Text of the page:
Nov. 23: Her ‘Trees of Hope’ head to KDH Library

By on November 1, 2019

Trees of Hope comes to the Outer Banks this weekend.  Come out to KDH Library this Saturday, Nov. 23 from noon to 4 p.m. to contribute your message to this rotating art installation by Edith Deltgen.

“Edith Deltgen Living Art.”

Edith Deltgen’s art asks viewers to turn pain into hope. Her annual art installation, “Trees of Hope,” now in its fourth year, will come to the Kill Devil Hills Library this month, from Nov. 21-23. The rotating exhibition found previous homes in Columbia, Swan Quarter and Ocracoke.

As in past years, “Trees of Hope” will consist of dozens of strips of fabric hanging from trees. Deltgen receives assistance from numerous volunteers, including schoolchildren of all ages, to hang the fabric. Participants are encouraged to write messages of hope and solidarity on the fabric pieces.

The motivation behind Deltgen’s project stems from her own loss. Three of her children have died in the past several years, including a son last March, another son three years ago, and a daughter six years ago.

The installation specifically aims to raise awareness for people and their families dealing with mental health issues, drug addiction and cancer. One of Deltgen’s sons died from a drug overdose, and her daughter died of breast cancer.

She remembers that son as someone who enjoyed surfing on the Outer Banks in the summer and snowboarding in the mountains during the winter. Her daughter was also an artist, living in Germany, who succumbed to cancer in her mid-forties.

“There is nobody who is not affected by addiction” these days, Deltgen said. She believes art to be one of the best and most constructive ways to manage, express and release the pain caused by grief and death.

Deltgen is a German artist from Cologne. But she has lived in America for decades. She and her husband Florian, who is from Luxembourg, settled in Washington D.C. before moving to the Outer Banks in 1993, where they purchased a house in Colington. Fourteen years ago, they moved to Columbia, where they built a large house outside of town.

(Photo by Lucy Papachristou)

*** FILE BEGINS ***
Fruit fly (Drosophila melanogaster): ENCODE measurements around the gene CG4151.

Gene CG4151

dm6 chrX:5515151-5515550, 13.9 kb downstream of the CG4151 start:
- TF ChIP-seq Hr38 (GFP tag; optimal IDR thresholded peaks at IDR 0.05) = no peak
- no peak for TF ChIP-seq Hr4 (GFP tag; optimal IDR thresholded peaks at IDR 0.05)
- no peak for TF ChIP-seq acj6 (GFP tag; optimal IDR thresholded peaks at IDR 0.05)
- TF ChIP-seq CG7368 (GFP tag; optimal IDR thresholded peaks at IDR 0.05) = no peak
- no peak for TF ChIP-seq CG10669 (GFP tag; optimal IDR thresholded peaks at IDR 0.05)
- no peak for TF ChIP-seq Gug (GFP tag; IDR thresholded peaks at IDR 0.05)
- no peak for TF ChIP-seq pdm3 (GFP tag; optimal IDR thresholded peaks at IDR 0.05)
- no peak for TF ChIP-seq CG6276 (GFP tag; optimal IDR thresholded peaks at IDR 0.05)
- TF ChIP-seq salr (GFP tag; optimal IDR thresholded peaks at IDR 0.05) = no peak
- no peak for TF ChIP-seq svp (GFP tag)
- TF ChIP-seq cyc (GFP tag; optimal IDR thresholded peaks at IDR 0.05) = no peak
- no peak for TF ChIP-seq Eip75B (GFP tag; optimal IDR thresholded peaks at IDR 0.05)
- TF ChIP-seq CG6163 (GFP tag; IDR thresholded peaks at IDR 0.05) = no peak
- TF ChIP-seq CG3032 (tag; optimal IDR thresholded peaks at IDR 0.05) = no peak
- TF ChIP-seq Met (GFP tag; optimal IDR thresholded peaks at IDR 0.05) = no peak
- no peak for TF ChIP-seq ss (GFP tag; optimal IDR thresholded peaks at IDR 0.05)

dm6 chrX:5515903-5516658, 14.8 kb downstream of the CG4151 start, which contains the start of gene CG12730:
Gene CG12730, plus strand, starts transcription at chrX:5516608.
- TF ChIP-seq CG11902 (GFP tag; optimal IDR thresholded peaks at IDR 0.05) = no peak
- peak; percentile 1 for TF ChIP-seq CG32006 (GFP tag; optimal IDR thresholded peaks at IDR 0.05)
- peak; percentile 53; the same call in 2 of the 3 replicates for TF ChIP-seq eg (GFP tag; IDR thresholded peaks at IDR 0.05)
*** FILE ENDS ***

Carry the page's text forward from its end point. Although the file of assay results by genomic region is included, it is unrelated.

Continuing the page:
In Deltgen’s sunlit studio, piles and piles of fabric are heaped on the floor, waiting to be cut into strips. On the strips — many of them reused from past exhibitions and faded by the sun — are written messages like “Be Strong” and “Trust God.”

Deltgen has also collected plastic bottles, weighted with stones, into which volunteers can place messages. The bottles will be hung from the tree by ropes, she said. A bolt of fabric dotted with butterflies symbolizes hope, and one with puzzle pieces, she said, represents people with learning disabilities.

Deltgen buys much of the fabric she uses in bulk at thrift stores, but she also receives generous donations from friends and local residents.

On a desk in her studio lies an electric scissors, a gift from a friend, which Deltgen says has been a godsend in speeding up the fabric-cutting process. She and her volunteers used to get blisters from hours of cutting with traditional scissors.

A close friend recently gave her several suitcases full of yarn, which she hinted will be used in her next project. “But I have no patience for knitting,” she admitted.

The turnout at her past exhibitions has been good, and the community welcomes her project, Deltgen explained. After a townsperson approached her, grieving over the death of his daughter, Edith decided to do an exhibition in Columbia.

“I had so much help [in Columbia],” Deltgen said. “From the police, to the bankers, to the people at the post office — everybody.”

That first “Trees of Hope” project was staged at the Pocosin Art Center in 2016. Deltgen and her volunteers cut more than 800 pieces of fabric. The next year, in Swan Quarter, she used 1,500 pieces. The exhibition came to Ocracoke last May and was held in the yard of The Magic Bean Coffee Bazaar, near the local school.

As a German artist living in small town North Carolina, Deltgen characterizes herself as something of a “painted bird.” And “Trees of Hope” she believes, helps her connect with community members from all walks of life.


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